I’m sure you’ve heard the saying “you are what you eat,” but that really isn’t the case. You actually are what you digest. I saw this firsthand recently when an acquaintance of mine (I’ll call her Debra) who is in her early 50’s, suffered from nausea, a burning sensation in the stomach whenever she ate, bloating, diarrhea, brain fog, and little or no energy. She was miserable. She went with the traditional western medical approach and attempted to alleviate the symptoms; medication to decrease stomach acid, probiotics, enzymes, and a fiber supplement. These interventions temporarily soothed her symptoms but they didn’t go away. She was afraid to plan anything away from home because she never knew when she needed to be near a toilet.¬†Debra knew that I’d had my own gut problems in the past, so she sought my help. I gave her two tasks. Start a food journal, writing down everything she put in her mouth each day and at what time, and to look at her bowel movements (BM). I know that looking in the toilet after a BM seems strange, but it can give you a lot of information about your health. For instance, a normal stool should be brown with no foul smell, and with the consistency of toothpaste-it should also be well-formed, not broken up. Loose stools or diarrhea could mean malabsorption, inflammation, or an infection in the gut. Gas, cramping, and a foul odor usually accompany loose stools. If mucus or blood show up, it means that the inflammation is so bad that the lining of the gut is actually shedding itself. In the latter case, Celiac disease, irritable bowel syndrome or irritable bowel disease is suspect.

After a week, I looked at Debra’s food journal. It looked like a typical western diet journal, heavy on acidic foods like dairy, meats, wine, and fried foods. Way low on vegetables, but she was eating fruit. I suggested that she begin eliminating (food, that is) dairy, and adding more veges like leafy greens. Dairy is a common irritant as we age, and greens are a proven gut healer. When Debra said she didn’t particularly like greens, I suggested she make smoothies daily. One can hide the ¬†flavor and texture of greens by adding blueberries, bananas, mango, pineapple, etc. Debra eliminated all dairy, although she said cheese would be tough. I agreed to meet with her in three weeks. Debra called me after two weeks with some good news. She was no longer feeling nauseated nor did her stomach burn after eating. Her bowels were a little better, but she had episodes of normal BMs and diarrhea. And she still had considerable fatigue. I suggested the she talk to her doctor about decreasing the use of the antacid she was taking four times a day. While antacids temporarily soothe the stomach, they block or damp down the production of stomach acid, and the acid is there for a reason. Stomach acid or hydrochloric acid (HCL) has a low pH of 1.5, which is needed to ‘burn’ food up into useable nutrients. Minerals such as iron, calcium, magnesium, potassium, etc. cannot be broken down or absorbed without stomach acid. Most people, as they get older, actually produce less HCL, and my hunch is that Debra will get relief from fatigue and her BMs will improve when she eliminates the antacid. I am scheduled to see her at the end of May-I’ll keep you posted on her progress.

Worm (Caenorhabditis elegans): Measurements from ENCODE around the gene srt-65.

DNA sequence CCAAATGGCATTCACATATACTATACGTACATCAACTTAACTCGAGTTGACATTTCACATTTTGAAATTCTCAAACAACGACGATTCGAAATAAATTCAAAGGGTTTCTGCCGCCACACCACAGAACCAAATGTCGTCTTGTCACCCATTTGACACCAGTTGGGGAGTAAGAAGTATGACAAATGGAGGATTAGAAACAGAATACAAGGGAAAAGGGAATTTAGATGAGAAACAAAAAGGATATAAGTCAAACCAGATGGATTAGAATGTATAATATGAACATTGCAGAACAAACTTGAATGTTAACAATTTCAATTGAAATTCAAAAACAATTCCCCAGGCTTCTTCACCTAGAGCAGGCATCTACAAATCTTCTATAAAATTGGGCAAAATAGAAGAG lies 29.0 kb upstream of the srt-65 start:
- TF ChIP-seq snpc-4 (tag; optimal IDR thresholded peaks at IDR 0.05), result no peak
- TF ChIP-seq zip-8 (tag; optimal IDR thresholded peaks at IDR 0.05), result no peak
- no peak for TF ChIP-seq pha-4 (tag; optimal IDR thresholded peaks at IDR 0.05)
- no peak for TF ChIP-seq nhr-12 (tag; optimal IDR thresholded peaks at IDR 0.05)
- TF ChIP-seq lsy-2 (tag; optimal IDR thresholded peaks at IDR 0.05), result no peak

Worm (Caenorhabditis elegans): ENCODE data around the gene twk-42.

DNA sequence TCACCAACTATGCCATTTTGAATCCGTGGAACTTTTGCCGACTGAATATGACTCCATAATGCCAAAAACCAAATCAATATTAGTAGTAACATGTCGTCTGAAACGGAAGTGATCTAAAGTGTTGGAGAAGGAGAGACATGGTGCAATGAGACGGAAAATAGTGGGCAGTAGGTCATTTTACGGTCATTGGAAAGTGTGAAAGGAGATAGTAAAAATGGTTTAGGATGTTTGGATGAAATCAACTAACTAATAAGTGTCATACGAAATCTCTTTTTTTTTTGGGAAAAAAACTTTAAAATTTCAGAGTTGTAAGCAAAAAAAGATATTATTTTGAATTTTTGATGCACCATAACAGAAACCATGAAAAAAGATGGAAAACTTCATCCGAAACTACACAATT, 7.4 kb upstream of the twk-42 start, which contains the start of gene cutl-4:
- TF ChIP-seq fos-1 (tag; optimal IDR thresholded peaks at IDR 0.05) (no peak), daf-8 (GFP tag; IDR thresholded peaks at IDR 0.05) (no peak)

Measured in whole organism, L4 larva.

Stay well, John R Blilie, M.S.

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